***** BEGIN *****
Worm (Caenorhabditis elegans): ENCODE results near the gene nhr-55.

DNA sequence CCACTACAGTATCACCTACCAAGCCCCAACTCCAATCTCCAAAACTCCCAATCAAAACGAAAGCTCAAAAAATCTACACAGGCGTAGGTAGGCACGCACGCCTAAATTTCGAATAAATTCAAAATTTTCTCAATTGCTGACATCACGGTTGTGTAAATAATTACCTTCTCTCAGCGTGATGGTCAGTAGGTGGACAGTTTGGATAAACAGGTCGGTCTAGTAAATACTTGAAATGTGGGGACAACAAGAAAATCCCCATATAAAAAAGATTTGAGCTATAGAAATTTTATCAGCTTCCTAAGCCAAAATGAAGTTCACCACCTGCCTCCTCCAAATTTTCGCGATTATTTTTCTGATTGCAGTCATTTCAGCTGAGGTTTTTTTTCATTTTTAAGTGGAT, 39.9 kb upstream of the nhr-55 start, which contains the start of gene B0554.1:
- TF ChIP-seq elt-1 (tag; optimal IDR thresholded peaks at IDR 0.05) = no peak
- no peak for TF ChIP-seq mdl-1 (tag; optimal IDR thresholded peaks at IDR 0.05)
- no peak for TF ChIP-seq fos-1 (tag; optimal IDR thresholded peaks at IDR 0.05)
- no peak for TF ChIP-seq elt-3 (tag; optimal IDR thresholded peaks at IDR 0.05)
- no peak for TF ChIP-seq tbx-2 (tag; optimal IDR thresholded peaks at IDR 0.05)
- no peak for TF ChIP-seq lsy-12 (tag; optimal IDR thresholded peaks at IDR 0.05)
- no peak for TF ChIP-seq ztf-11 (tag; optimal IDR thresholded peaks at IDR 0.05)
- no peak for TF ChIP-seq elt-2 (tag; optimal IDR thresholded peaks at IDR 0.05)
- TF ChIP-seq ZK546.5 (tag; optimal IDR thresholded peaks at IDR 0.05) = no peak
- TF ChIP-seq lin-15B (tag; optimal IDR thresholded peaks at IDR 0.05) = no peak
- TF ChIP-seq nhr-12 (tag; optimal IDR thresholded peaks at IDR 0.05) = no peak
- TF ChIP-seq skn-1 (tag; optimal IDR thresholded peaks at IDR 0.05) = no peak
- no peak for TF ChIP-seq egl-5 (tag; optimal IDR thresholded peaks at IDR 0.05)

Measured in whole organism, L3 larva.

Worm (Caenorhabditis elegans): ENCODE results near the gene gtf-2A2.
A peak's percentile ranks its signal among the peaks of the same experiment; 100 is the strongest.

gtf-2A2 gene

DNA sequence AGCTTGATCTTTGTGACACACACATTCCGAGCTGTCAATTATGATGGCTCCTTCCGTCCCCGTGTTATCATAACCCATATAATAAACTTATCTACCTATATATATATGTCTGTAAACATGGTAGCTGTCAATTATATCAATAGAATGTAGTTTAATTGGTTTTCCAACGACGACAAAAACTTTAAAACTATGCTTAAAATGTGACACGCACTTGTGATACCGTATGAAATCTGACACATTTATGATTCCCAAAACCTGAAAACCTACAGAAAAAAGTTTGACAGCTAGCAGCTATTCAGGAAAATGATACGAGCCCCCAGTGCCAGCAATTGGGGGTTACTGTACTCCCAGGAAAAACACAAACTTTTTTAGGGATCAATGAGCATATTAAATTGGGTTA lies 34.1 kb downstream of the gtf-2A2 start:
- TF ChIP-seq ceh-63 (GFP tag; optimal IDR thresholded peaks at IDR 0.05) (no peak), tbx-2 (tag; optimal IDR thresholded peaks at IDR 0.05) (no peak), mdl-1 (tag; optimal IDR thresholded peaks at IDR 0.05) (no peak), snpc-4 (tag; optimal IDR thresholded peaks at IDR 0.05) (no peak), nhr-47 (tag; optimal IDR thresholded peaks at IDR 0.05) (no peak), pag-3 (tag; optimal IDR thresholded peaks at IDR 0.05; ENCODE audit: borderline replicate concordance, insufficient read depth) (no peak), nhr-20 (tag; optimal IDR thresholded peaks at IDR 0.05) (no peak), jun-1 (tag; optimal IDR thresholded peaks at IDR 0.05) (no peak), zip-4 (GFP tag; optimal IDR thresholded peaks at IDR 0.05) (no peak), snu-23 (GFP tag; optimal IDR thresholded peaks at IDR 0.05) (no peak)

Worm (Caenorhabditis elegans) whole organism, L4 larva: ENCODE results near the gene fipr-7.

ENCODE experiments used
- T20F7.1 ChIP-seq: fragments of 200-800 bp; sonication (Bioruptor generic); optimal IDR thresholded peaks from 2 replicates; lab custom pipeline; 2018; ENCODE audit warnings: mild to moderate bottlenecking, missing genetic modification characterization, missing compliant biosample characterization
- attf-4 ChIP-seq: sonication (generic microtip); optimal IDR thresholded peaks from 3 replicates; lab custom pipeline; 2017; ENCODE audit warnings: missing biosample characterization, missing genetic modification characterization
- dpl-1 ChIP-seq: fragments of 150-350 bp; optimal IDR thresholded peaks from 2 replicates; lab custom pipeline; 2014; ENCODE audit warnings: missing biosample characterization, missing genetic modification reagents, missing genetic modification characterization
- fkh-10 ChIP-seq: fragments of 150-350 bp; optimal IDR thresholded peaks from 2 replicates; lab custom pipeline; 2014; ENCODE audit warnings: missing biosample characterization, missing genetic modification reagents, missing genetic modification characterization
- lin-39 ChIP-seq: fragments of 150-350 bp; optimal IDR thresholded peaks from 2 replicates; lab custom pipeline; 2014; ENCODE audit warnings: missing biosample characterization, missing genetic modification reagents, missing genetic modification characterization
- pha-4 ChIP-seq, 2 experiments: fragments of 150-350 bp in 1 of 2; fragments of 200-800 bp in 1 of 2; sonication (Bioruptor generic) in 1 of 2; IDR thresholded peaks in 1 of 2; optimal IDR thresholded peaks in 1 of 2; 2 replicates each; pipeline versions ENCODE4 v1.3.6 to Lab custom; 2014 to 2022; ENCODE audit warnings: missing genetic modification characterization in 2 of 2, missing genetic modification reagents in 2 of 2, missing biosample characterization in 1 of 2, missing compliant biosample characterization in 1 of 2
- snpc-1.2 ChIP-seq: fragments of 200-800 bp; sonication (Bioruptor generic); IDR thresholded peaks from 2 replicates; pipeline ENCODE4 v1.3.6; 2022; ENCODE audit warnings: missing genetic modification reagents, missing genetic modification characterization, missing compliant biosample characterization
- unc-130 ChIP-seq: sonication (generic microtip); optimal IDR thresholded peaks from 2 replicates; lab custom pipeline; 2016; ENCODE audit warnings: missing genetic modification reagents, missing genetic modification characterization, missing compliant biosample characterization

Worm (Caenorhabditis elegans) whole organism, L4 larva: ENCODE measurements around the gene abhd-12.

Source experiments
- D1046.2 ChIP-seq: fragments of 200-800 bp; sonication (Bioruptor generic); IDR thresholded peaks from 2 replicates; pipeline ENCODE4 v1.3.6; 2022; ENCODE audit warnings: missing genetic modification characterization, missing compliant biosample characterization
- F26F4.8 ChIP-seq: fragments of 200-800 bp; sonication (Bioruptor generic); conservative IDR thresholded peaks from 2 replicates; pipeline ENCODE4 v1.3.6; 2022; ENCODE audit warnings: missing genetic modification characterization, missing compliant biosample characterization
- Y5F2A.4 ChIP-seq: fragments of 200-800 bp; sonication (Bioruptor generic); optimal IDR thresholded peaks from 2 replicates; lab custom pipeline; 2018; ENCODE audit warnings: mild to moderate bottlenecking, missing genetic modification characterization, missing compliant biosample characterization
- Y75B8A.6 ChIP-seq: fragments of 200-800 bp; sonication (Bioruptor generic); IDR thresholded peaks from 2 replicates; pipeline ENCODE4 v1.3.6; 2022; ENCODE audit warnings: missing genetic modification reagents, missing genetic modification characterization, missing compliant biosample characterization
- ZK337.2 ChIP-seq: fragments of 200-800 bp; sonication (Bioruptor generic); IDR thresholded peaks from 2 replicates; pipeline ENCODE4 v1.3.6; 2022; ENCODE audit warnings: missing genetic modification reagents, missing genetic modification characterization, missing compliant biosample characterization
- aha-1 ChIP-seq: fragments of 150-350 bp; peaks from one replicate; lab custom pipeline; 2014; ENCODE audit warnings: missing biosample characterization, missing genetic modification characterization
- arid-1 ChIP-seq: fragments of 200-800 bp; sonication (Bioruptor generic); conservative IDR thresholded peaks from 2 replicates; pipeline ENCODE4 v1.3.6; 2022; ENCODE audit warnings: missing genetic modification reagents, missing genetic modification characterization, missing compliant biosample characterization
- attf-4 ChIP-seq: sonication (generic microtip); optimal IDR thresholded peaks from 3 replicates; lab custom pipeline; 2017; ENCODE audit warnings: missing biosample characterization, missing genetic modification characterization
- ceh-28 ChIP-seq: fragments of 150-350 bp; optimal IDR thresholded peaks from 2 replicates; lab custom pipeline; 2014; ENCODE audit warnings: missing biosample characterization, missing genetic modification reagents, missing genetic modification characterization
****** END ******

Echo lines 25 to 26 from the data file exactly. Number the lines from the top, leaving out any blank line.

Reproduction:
- attf-4 ChIP-seq: sonication (generic microtip); optimal IDR thresholded peaks from 3 replicates; lab custom pipeline; 2017; ENCODE audit warnings: missing biosample characterization, missing genetic modification characterization
- dpl-1 ChIP-seq: fragments of 150-350 bp; optimal IDR thresholded peaks from 2 replicates; lab custom pipeline; 2014; ENCODE audit warnings: missing biosample characterization, missing genetic modification reagents, missing genetic modification characterization